The first part is to get the variables in there. There are a bunch of things that we need in place such as Collection URL and the name of your Team Project that we will use over and over again.

Then I do a little trick with the date. I try to load the last date and time that the script was run from a file and set a default if it does not exist. This will allow me to test to see if we have been tweaking the template and only update the latest tweaks. I generally use this heavily in my dev/test cycle when I am building out the template. I tend to create an empty project to hold my process template definition within Visual Studio so that I get access to easy source control and can hook this script up to the build button. If I was doing this for a large company I would also hook up to Release Management and create a pipeline that I can push my changes through and get approvals from the right people in there.

Next I configure the tools that I am going to use. This is very version specific with the above only working on a computer with 2013 editions of the product installed. Although I am only using the $WitAdmin variable I keep the rest around so that remember where they are.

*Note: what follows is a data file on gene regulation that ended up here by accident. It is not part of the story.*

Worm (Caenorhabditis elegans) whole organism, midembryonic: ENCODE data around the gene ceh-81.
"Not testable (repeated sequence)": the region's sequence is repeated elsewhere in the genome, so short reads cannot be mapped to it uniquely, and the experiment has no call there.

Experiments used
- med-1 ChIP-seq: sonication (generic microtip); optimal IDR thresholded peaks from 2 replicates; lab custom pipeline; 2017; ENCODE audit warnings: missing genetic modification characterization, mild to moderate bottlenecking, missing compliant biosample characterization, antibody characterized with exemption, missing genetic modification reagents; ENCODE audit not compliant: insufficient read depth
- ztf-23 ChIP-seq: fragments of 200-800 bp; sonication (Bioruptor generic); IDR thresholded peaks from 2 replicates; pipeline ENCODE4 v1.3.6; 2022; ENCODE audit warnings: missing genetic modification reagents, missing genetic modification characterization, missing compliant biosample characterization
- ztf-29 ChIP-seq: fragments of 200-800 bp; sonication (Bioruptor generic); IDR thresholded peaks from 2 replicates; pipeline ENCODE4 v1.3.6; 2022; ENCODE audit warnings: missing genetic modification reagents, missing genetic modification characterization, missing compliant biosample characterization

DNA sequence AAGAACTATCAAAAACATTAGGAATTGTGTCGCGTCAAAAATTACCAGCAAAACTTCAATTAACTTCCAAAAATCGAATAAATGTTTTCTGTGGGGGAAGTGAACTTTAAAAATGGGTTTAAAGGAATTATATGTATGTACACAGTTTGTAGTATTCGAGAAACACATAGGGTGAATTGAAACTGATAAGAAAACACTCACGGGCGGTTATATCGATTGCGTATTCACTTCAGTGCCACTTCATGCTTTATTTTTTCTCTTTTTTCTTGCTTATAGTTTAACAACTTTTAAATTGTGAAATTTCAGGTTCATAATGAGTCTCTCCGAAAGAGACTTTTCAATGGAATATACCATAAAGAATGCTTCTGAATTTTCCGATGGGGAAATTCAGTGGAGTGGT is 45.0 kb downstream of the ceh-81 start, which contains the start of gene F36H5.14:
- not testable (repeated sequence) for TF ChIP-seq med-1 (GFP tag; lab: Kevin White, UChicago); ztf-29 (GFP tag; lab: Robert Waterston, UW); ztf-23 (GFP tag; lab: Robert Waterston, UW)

Once, and only once I will run the rename command for data stored in a work item type that I want to keep. For example if I am moving from the Agile to Scrum templates I will rename “User Story” to “Product Backlog Item” and “Issue” to “Impediment”. The only hard part here is if you have ended up with more than one work item type that means the same thing as you can’t merge types easily or gracefully.

Note: If you do need to merge data you have a couple of options; a) ‘copy’ each work item to the new type. This is time consuming and manual. Suitable for less than fifty work items; b) export to excel and then import as the new type. This leaves everything in the new state and they manually have to walk the wokflow. Suitable for less than two hundred work items; c) Spin up the TFS Integration Tools. Pain and suffering this way lies. Greater than a thousand work items only.

Importing the link types tends to be unnecessary but I always do it as I have caught out a couple of times. Its mostly like for like and has no effect. If you have custom relationships, like “Releases \ Released By” for a “Release” work item type to Backlog Items you may need this.